If you polled personal injury lawyers who handle car accident cases, most would choose Allstate as the “worst of the worst” among insurance companies to deal with on accident claims.
Personally, while I would not put Allstate at the top of my list of insurance companies I want to draw, I would not put them last either. Don’t get me wrong. They are awful, and I hate them. We sue them and their insureds all the time. But we are speaking in relative terms? Who are the worst three insurance companies to deal with in Maryland? They are not on my list.
First, I think their claims adjusters respect good lawyers and law firms and I think their offers reflect the quality of the counsel involved in the case. Second, if you are patient and willing to go back and forth, I think they will give you less of a low ball final offer than many other insurance companies do.
I also think Allstate claims adjusters, to their credit, are less likely to fold just because a lawsuit is filed. Allstate will pay more – as any insurance company is – as the case gets closer to trial but this insurer does not have the reflexive “settlement failed, suit has been filed, let’s now make a decent offer” response that is becoming the new SOP.
This trend seems in vogue. Several insurance companies, most notably GEICO, Progressive, and State Farm (if you are dealing with Team 21 or Team 22 in Maryland), make counsel sue their clients to receive a reasonable offer. Their claims adjusters are more likely to come up with something reasonable to settle before they file suit. That does not mean our lawyers don’t have to file a lot of lawsuits in their cases. But it often makes it a little tougher call for our clients to make.
The bad rap on the “good hands” people is in part because they are big. Insurance companies are inherently reviled – as they should be! — and there is more of Allstate to hate than many other insurance companies: Their claims adjusters receive six million – six million! – car accident, property and bodily injury claims a year, paying out $15 billion in claims. It has a strong market share in Maryland.
Because of being big, the “good hands” people also get the press. Famously, Allstate claims practices infamously changed in the 90s when Allstate hired the consulting giant McKinsey & Co. to overhaul its claims practices. In a PR screw-up that I bet costed Allstate millions of dollars, McKinsey used boxing gloves in a slide presentation to Allstate claims representatives to symbolize the Allstate philosophy.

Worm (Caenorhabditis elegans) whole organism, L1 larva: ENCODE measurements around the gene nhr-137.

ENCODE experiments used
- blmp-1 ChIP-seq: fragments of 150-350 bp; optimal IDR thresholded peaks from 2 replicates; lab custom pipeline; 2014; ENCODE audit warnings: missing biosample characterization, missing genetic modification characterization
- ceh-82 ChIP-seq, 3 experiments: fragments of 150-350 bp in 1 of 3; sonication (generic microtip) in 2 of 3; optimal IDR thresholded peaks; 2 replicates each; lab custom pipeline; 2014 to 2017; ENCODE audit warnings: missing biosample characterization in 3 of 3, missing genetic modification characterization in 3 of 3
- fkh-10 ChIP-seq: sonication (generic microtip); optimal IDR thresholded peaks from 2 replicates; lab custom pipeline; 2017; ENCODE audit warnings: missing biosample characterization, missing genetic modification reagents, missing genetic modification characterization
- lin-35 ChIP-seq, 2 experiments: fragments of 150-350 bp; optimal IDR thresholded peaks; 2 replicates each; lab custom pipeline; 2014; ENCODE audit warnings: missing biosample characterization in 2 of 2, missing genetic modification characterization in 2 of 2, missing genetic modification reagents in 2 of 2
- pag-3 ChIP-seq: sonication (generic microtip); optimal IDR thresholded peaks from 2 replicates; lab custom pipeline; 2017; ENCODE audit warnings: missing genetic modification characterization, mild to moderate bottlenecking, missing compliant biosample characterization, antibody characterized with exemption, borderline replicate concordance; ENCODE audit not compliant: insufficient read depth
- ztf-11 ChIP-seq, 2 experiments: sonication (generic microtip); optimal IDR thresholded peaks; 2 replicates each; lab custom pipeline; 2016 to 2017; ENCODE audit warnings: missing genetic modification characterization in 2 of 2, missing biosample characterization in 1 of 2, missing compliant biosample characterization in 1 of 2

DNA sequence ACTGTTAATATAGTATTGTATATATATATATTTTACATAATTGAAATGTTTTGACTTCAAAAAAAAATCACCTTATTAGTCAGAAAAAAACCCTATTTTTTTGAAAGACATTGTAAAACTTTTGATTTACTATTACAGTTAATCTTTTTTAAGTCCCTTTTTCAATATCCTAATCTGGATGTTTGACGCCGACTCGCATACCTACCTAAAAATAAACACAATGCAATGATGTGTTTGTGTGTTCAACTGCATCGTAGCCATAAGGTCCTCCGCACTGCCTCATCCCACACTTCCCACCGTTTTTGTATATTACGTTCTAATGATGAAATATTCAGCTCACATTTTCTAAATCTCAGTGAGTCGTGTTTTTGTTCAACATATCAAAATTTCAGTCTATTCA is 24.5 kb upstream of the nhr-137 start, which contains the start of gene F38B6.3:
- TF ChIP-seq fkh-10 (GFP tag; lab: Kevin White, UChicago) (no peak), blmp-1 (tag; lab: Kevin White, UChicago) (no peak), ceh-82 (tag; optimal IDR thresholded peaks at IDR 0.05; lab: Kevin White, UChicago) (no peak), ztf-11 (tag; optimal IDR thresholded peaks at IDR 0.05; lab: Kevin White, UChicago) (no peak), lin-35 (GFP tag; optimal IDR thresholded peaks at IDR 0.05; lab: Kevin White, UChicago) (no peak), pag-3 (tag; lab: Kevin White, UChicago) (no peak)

Another piece of advice McKinsey gave, which really resonated with claimants after the advice was implemented, is stalling those claims where the victim did not roll over on settlement. This advice was given 15 years ago, but this insurer still uses it in far too many cases today. Its claims adjusters commonly continue to stall and delay hoping to wear down third party claims and often uninsured motorist claims made by its own insureds. But let’s be realistic: every insurance company does this. You just notice this company a little more because they are the elephant in the room.
Another complaint against this insurer is its use of Colossus, a computer system that takes human beings out of the equation and calculates injury settlements based on factors such as the severity of the injury, the age of the victim, and the victim’s accident lawyers’ record of suing and taking cases to trial.
Again, lots of insurance companies do the same thing, Allstate just does it a little more famously. Reliance on Colossus took away the fact that Allstate claims adjusters, like juries, are human beings. The computer sees things the way computers do. Juries more fully understand that every accident and every injury is different and there are differences in how worthy the plaintiff may be of compensation. This leads to more lawsuits being filed than need to be.
If you have been injured in an automobile accident in Maryland, and you have a question about your claim, call us at 800-553-8082 or get a free online claim consultation.